Purple-Leaf Grape Vine: Best Vine For Colorful Fall Foliage
The young foliage takes on a gorgeous bronzy appearance which deepens to mauve, and then rich deep purple in autumn. This coincides with the ripening of the small bunches of grapes, almost exactly the same color as the leaves. The grapes are small and bitter, but can be eaten even though full of pips. They are best used as garnishes, or left on the plants for decoration. When ripe, even the birds are reluctant to feed on them so you can’t count on them as a food source. Your purple-leaf grape vine can be grown through trees and large shrubs, on a trellis, or arbor. This is a vigorous, deciduous, large leafed, tendril-climber with deeply-lobed leaves.
How To Make Your Purple-Leaf Grape Vine Thrive
Purple-leaf grape vine prefers a location with full sun, or possibly light to open shade. It prefers well-drained soil, but will tolerate sand or clay if the drainage is adequate. Once established it only needs occasional watering during dry weather. No pruning is necessary for this variety, but it can be lightly pruned in winter to control its growth. This runs counter to your experience with grapes grown to eat or to produce wine.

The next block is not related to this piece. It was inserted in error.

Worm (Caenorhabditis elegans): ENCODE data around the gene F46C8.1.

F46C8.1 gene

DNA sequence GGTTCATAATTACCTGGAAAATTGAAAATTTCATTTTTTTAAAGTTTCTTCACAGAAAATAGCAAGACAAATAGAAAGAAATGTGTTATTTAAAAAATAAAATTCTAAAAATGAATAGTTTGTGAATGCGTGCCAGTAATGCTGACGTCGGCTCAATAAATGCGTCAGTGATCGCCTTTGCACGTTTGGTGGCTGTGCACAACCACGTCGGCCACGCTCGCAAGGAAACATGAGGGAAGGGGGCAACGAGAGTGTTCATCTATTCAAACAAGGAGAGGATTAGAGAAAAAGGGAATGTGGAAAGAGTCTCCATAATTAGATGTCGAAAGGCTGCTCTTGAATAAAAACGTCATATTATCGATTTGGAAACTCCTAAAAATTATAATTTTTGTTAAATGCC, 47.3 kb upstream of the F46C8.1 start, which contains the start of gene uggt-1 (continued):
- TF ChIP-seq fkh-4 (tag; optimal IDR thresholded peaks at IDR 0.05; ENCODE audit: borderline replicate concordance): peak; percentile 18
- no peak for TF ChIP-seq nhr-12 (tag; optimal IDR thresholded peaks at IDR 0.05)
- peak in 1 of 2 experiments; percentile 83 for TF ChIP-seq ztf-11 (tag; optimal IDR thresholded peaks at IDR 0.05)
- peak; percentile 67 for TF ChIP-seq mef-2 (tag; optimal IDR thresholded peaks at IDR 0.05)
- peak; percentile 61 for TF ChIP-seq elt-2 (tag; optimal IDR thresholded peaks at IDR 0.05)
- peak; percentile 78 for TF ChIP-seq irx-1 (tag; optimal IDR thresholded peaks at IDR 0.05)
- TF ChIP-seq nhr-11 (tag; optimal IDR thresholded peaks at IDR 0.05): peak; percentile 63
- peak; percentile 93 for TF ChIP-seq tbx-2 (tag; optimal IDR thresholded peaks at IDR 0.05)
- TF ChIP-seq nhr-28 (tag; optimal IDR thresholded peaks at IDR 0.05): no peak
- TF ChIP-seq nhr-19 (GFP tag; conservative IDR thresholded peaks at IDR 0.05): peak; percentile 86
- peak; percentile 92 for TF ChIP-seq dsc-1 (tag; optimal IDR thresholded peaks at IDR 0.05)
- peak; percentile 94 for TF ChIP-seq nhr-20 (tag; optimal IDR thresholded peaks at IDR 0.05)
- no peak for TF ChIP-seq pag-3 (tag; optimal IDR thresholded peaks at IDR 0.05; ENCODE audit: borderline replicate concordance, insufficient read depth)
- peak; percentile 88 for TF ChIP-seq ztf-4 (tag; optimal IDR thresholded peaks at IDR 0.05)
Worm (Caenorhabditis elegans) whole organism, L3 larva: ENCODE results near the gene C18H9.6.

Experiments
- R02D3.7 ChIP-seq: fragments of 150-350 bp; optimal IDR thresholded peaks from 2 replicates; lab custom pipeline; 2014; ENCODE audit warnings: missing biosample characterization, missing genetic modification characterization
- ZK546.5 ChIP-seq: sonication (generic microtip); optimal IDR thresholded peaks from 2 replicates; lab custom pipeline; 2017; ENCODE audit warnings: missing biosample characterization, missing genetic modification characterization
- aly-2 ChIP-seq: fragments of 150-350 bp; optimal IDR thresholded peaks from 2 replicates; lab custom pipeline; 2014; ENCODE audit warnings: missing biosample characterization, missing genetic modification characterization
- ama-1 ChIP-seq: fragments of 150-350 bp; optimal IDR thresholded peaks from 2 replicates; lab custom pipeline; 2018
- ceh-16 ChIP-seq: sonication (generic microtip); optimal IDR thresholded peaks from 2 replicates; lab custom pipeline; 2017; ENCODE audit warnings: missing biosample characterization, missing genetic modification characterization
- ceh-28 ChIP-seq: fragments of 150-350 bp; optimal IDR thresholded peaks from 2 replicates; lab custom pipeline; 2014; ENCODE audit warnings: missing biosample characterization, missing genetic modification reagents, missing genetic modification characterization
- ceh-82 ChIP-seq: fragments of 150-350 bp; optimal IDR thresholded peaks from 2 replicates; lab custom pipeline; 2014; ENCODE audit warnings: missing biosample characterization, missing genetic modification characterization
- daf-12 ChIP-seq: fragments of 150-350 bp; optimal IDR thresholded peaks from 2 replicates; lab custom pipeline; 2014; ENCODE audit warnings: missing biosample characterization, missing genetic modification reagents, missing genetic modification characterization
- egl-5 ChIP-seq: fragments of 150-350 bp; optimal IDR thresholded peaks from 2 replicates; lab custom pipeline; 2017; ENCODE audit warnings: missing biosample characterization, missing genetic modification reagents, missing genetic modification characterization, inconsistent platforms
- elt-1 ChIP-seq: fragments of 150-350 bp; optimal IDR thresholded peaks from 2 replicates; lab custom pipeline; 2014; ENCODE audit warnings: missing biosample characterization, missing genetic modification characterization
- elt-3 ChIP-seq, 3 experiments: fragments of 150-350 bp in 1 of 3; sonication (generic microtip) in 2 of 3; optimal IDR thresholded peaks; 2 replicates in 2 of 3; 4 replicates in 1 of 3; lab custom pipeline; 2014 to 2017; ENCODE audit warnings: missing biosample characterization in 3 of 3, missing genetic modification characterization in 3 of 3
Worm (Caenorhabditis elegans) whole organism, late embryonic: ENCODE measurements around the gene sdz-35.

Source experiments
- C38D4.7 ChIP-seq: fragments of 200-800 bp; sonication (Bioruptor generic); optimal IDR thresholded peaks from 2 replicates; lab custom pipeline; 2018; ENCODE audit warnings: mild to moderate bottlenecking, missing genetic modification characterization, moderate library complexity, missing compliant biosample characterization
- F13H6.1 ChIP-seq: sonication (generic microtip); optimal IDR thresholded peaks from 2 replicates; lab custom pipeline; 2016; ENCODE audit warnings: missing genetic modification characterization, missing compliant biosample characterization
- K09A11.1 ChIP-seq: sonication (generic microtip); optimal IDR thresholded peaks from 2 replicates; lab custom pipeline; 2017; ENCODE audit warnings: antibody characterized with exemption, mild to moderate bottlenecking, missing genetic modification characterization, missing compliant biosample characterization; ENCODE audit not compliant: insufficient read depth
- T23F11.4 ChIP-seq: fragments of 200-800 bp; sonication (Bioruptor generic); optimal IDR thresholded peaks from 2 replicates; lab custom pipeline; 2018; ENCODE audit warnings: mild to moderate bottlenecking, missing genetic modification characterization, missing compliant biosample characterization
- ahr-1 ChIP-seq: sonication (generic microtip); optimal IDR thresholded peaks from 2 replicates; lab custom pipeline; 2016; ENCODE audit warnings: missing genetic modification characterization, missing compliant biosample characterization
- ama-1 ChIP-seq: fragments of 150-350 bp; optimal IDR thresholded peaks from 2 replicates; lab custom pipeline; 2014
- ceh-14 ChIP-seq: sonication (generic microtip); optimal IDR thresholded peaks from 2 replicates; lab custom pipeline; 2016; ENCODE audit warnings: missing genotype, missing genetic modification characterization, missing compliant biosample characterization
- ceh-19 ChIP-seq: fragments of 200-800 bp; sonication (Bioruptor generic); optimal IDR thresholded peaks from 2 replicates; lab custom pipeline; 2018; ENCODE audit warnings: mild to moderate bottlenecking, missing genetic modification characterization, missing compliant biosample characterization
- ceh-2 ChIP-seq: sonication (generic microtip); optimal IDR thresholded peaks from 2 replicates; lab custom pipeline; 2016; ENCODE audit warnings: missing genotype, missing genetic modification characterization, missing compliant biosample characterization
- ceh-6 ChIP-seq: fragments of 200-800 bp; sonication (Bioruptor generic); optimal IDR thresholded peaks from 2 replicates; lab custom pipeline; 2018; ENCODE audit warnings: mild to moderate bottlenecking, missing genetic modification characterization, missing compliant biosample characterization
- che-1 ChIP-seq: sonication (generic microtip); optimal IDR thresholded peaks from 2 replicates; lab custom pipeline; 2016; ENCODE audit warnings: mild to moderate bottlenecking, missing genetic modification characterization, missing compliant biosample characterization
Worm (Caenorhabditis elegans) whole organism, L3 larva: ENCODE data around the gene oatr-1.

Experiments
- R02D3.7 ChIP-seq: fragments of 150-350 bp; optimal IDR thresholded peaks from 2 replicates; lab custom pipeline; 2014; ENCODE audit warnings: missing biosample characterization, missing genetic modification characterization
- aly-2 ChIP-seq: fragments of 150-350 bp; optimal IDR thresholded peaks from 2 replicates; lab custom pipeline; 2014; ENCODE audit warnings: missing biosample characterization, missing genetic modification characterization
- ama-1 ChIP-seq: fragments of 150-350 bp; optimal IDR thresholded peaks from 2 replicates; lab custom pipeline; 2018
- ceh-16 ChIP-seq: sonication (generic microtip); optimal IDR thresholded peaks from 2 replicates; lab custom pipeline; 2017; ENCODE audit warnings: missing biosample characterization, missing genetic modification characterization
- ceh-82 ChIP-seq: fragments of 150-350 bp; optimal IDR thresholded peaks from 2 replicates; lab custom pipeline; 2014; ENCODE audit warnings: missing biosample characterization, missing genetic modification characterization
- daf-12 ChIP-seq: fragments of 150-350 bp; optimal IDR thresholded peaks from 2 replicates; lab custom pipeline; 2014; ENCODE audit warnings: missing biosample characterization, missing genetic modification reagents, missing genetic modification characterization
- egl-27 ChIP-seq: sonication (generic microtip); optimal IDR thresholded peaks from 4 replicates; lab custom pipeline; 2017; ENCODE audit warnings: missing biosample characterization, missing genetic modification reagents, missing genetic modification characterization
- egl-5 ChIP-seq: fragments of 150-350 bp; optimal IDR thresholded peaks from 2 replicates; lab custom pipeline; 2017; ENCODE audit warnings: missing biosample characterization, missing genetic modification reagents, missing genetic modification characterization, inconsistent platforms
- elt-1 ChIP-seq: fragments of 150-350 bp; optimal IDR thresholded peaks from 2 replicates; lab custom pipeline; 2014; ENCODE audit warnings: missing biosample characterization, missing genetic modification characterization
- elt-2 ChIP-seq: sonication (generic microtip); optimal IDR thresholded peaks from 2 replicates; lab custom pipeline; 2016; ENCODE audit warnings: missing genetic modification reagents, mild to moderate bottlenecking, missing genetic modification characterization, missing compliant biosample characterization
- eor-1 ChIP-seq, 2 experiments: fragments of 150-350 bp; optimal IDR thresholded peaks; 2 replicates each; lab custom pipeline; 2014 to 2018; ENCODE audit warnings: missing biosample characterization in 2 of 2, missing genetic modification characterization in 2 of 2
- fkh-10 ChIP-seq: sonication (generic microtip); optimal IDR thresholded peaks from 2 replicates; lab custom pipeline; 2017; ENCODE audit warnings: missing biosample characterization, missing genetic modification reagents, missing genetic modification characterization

General Purple-Leaf Grape Vine Information
Propagate by layering or hardwood cuttings.
Prune while dormant if this is necessary.
Pests & Disease
Purple-leaf grape vine may downy mildew, canker and dieback, gray mold, Pierce’s disease, black rot, and various leaf spots occur. grape leaf skeletonizer, Japanese beetles, scale insects, or mealybugs.
- Genus: Vitis
- Species: vinifera
- Cultivar: ‘Purpurea’
- Plant Type: Spreading vine
- Foliage Type: Vine, deciduous
- Plant Height: 15 to 30 feet
- Plant Width: 30 feet
- Hardiness Zones: Zones 5 to 9
- Flower Color: Green
- Bloom Time: Spring
- Light Exposure: Full sun (don’t try to grow this in partial shade)
- Maintenance: Low
- Water Requirements: Moderate, regular watering to drought tolerant
Google – Purple-Leaf Grape Vine Photos